I should've gotten through IntroComp earlier, but at least I got around to it, eh? We'll start with these three, and I'll post the other tomorrow.
Hopefully my reviews will have something new to say or, if they don't, help act as a deciding vote/deciding motivation for an author to say "I need to do this, or that."
I've avoided other reviews, so there may be repetition, but I think I'll be less biased that way. In the past, I sometimes poked at reviews to see how long/short a game is, to organize my own time, but that spoiled a lot more. (Note to IFDB admins or anyone: I think this would be a good feature to put in for a game. Have people vote on how long a game seems to take. I know lots of times I'd like to sit down with a game but I have no clue how long it is.)
If you haven't gotten through IntroComp, you have one more day. No game is terribly long, except for one that has a walkthrough anyway. (Note: walkthroughs are a good thing, in-game or not. Authors, even if you want people to see the bad ending or not be spoon-fed, maybe put the "right" path at the end? Or say so to start?)
I hope it's not rough to say these missed the cut for my top 3, but they had enough that it's worth saying a bit. I'd have said a bit more if I'd have started earlier.
Lair of the Gorgolath seems to have been miscast a bit. It's an introduction, yes, but a sequel to three parts. I mentioned to the author I wanted to read the first three, and I didn't, and that left me a bit mystified as to what was going on. And when you try to put zany humor on that, there's the additional bit that the player is missing a joke, or several jokes, which is a poor first impression.
Nevertheless the death I reached seemed to be about midway through of an actual story, so that was a good cut-off point. The problem was that I wasn't able to look back through what I did to see if I could've done better, because it was all a bit random. Still, I have a bit more motivation to try the previous games in the series, finally, so that is not a total wash for the author.
Voltage Cafe--well, one problem with writing an inspiration-for-thesis game is that people will compare it to Violet. And here the character doesn't have enough motivation beyond you're hungry, eat, and you're thirsty, drink. I started hoping for some insights or cleverness, but it's mostly WRITE a lot. And the writing about what you're writing seems very dry. And there's someone named Maru who it took a bit of time to figure was my waitress.
X ME is rather funny and shows potential, but then TAKE STICKER doesn't work. So it could use a lot of proofreading. X DEBIT card--well, it's a bit more than standard "my crummy life/work" but it has a way to go.
Also, in the bloopers department, X MARU.X HER notes that Maru is defined as male by Inform. I've made that mistake too, but in my sort of not really defense, most of the characters were male.
I'm sort of curious how to get that last point, but not enough. Obviously the game can continue with you going to your advisor, but unfortunately it's missing a good bit of detail. While you slowly learn what your dissertation is about, it's buried beneath some pretty general stuff to start.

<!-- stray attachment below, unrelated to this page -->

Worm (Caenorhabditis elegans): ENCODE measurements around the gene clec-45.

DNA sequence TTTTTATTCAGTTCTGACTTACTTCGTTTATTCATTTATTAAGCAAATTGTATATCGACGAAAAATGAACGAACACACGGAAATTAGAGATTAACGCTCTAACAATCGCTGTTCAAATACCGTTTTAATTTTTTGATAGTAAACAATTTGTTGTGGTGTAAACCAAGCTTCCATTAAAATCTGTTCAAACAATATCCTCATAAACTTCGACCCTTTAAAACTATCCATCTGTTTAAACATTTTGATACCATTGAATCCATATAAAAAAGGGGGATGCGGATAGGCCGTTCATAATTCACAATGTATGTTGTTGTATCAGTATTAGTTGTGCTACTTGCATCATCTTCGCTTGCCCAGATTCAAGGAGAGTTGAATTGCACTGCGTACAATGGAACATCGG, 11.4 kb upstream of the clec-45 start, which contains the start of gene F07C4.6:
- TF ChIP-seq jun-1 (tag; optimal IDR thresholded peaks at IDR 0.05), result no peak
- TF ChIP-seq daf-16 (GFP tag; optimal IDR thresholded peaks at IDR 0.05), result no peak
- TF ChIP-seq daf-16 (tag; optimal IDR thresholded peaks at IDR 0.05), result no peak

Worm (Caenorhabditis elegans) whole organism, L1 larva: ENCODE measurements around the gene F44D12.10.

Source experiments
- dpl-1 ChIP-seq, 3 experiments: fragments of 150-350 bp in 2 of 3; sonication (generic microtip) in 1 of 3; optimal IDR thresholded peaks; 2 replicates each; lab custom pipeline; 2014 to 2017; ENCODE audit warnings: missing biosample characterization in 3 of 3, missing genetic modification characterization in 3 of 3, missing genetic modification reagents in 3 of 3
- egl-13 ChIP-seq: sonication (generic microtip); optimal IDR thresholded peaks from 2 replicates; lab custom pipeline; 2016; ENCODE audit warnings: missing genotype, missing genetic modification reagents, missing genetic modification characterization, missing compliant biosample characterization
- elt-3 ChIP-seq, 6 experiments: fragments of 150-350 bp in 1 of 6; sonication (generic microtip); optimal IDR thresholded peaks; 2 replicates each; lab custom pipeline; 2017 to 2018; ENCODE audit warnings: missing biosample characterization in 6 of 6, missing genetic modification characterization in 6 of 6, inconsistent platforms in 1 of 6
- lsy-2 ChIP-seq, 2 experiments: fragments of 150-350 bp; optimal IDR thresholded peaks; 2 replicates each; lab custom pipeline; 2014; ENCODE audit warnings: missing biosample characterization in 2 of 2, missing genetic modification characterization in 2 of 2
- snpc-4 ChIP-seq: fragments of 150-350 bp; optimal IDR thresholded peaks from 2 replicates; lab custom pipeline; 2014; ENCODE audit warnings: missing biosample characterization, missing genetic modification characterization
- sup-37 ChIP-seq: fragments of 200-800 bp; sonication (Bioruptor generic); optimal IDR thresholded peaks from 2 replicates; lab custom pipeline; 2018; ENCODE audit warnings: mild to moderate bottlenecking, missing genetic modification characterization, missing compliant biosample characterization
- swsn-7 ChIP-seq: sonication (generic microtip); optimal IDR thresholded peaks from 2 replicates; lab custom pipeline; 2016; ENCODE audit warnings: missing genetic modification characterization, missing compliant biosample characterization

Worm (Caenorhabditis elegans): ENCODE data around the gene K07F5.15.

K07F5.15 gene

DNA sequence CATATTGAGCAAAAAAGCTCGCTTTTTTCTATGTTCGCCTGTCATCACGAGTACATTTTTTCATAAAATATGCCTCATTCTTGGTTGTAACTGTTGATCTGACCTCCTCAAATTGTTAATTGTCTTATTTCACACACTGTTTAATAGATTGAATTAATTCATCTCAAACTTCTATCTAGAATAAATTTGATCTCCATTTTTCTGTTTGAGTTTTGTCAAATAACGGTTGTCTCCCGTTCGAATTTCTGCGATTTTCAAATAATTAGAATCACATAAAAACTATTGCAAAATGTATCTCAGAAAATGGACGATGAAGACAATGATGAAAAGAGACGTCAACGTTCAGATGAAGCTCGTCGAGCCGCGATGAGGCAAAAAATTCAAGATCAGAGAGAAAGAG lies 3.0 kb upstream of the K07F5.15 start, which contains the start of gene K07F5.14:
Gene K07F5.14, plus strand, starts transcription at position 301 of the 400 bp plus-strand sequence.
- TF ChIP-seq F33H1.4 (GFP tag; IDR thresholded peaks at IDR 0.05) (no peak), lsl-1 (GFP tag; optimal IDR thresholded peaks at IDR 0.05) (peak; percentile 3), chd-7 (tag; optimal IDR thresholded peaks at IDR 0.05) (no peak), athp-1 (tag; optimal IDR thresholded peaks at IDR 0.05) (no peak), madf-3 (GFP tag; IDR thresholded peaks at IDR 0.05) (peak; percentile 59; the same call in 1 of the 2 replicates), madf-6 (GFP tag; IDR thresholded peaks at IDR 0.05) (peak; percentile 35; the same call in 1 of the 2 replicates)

Walker's Rift--confession, I'm not a huge fan of ChoiceScript. The interface doesn't work for me, even though I've mastered the tabs, and it takes the interactive out of interactive fiction because I don't even have a transcript to go back through--and there are times where I say, hmm, I'm missing something, I need to go back and check. Of course, allowing too much loop-back has its own pitfalls, but CS kind of slams it shut.
So that probably soured my view on this game, especially one that gave options that, if they didn't affect mechanics, provided interesting contrast. Such as hating being so public vs loving it.
Unfortunately there are games where I grit my teeth and say "this was competently done" or "Im sure others will like this" and it sounds like I'm patting the author on the head and giving them a cookie. Or I'm giving them a nice report card full of checks and check-plusses. But in this case, I wasn't really involved in the story. Part of that is, I don't like playing as Hugely Accomplished People, whether or not they're opposed to Big Powerful Politicians. So while I appreciated that you can choose how you made your way up in the world, and there's a realism that you're not a shiny knight, well...administrative stuff puts me to sleep! The game understands and addresses this, but not enough to grip me.
But as someone who likes plain straightforward writing that doesn't show off, I felt this could've used a few boosts. I wasn't caught up enough to suggest where. But if the author has any places where they felt they skated along a bit, that's a good place to focus.
Still, the overall pace seems right, and a Short Ending is clearly flagged as such, so the reader can try again, and in the main one, after interviewing a few victims of the sickness in the Walled City. And I found myself curious about what the other interns would do, since the game said the choice was critical. But ChoiceScript being ChoiceScript, I got fatigued before clicking through again. I hope it's just me missing an obvious save feature, but I doubt it.
Also the author is to be commended for having a development log. I assume it's locked until the competition is over. More of us should do this! It's not just the "If we build it, they will come" philosophy. It's helped me check off on big and small things. And it's hardly showing off, especially post-release.
So I think it's fair to say the piece is well beyond competent. I would not be surprised or disappointed to see it in the top 3. I could see it going to #2 or #1, actually, and I'd be more than okay with that. For all my criticism, this effort seems both worth completing and on track for completion. It feels organized and robust.